Poverty, property rights and land management in Uganda
AbstractThis study investigates the impact of poverty, social capital and land tenure on the adoption of soil fertility management (SFM) and conservation technologies in Uganda. Considering four land management technologies (fallowing, terracing and inorganic and organic fertilizers), the study estimates a multinomial logit model to link farmersâ€™ characteristics to the choice of technologies. The findings show that investments in land management are driven by factors such as land tenure security, level of poverty and participation in community organizations (social capital), and, most importantly, that household level poverty reduces the probability of adoption of most of the technologies, while social capital and land tenure security increase it. The findings suggest that more efficient government efforts to reduce poverty would enhance the adoption of SFM technologies. Other policies that would enhance the adoption of sustainable land management practices are infrastructure development, tenure security through a more efficient system of land registration, and investment in and use of social capital institutions.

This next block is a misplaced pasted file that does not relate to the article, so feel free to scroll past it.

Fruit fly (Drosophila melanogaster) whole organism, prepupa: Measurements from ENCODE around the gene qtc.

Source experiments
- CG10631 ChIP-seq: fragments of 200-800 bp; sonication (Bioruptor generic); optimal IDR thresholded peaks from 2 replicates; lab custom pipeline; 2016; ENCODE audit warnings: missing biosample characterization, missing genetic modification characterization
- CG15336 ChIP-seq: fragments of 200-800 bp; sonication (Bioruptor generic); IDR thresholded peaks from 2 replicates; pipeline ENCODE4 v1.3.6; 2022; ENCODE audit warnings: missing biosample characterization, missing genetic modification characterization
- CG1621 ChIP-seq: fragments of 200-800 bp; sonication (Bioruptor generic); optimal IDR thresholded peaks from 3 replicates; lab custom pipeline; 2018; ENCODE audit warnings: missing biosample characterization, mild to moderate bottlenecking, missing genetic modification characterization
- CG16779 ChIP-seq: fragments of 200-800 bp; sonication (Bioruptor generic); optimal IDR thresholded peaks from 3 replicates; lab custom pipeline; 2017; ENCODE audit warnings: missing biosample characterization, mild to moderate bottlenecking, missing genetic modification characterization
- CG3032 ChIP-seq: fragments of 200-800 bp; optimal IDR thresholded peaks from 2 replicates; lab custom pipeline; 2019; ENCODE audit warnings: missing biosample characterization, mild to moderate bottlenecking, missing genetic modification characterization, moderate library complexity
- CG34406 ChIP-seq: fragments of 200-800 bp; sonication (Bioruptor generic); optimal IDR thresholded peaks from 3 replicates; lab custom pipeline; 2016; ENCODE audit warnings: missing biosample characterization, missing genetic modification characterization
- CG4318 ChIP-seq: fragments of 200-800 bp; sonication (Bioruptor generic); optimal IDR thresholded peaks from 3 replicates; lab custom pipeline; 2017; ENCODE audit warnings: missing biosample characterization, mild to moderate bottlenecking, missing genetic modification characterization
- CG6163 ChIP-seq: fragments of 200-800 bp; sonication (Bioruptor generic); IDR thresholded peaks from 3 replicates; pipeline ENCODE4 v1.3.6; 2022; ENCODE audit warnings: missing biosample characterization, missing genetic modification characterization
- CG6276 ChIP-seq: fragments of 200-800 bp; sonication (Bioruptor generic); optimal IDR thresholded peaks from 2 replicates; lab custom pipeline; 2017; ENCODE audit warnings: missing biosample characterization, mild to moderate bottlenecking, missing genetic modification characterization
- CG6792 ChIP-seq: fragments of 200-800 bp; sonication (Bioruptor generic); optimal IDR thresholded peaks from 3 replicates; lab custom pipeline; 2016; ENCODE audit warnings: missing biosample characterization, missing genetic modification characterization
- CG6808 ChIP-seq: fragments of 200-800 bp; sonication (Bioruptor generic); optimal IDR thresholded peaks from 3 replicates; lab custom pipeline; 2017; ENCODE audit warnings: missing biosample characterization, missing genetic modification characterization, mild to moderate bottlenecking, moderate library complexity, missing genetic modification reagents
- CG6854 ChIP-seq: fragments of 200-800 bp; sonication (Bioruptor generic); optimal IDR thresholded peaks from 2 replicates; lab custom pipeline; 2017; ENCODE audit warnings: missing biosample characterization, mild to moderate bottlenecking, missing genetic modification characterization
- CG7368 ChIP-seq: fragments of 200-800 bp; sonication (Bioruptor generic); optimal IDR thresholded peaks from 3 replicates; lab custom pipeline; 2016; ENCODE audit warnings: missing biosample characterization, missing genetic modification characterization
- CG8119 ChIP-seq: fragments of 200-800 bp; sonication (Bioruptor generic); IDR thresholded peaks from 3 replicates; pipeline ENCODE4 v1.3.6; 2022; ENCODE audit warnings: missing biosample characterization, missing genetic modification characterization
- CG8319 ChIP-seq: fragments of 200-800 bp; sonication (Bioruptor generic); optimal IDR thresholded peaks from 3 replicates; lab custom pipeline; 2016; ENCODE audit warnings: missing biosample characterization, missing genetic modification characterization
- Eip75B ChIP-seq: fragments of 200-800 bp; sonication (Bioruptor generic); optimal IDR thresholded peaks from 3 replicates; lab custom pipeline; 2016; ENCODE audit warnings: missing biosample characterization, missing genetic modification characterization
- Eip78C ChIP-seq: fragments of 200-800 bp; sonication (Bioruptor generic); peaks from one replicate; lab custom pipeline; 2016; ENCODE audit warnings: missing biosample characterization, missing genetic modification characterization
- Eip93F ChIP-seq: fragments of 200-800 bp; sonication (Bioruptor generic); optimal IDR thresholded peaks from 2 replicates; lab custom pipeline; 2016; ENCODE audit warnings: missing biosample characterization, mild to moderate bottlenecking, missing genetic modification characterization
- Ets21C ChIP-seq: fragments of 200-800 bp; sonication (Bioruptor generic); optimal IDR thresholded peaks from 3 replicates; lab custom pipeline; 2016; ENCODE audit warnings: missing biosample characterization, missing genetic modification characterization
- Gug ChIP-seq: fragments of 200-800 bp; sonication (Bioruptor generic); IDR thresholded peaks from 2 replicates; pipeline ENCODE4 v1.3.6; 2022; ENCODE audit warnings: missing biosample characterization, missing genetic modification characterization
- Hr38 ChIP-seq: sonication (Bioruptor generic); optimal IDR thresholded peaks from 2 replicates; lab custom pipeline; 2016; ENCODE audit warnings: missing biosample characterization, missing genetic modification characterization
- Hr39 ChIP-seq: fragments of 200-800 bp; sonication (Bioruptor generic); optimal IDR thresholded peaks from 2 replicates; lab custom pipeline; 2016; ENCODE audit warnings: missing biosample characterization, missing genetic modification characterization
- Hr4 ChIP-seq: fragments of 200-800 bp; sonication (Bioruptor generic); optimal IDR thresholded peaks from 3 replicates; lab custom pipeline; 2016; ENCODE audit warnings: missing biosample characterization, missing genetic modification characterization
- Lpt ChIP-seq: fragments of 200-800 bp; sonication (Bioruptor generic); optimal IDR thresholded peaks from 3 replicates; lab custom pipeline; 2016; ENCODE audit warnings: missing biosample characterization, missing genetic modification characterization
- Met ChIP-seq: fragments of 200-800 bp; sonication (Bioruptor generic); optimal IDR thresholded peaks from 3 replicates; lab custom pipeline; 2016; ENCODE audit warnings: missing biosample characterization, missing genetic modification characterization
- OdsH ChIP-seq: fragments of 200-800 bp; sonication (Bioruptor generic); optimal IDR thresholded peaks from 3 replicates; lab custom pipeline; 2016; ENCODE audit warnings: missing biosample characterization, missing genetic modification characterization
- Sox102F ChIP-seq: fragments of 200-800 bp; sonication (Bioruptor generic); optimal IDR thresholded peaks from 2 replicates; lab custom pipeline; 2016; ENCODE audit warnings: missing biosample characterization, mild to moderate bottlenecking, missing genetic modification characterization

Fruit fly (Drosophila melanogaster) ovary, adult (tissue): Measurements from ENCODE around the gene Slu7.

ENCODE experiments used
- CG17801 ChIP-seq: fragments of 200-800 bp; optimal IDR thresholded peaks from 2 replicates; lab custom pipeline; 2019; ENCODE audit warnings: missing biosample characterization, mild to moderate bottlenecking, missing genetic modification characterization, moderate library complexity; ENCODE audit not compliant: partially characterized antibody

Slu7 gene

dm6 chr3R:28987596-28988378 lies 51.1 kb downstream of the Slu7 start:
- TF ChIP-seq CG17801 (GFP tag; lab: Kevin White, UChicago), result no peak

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Bibliographic InfoArticle provided by NCERA-210 in its journal Journal of Cooperatives.
Volume (Year): 04 (2010)
Issue (Month): 1 (March)
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Postal: 342 Waters Hall, Manhattan, Kansas 66506
Web page: http://www.agecon.ksu.edu/accc/ncera210/JournalofCooperatives.htm
More information through EDIRC
poverty; social capital; property rights; soil fertility management; Uganda; Food Security and Poverty; Land Economics/Use;
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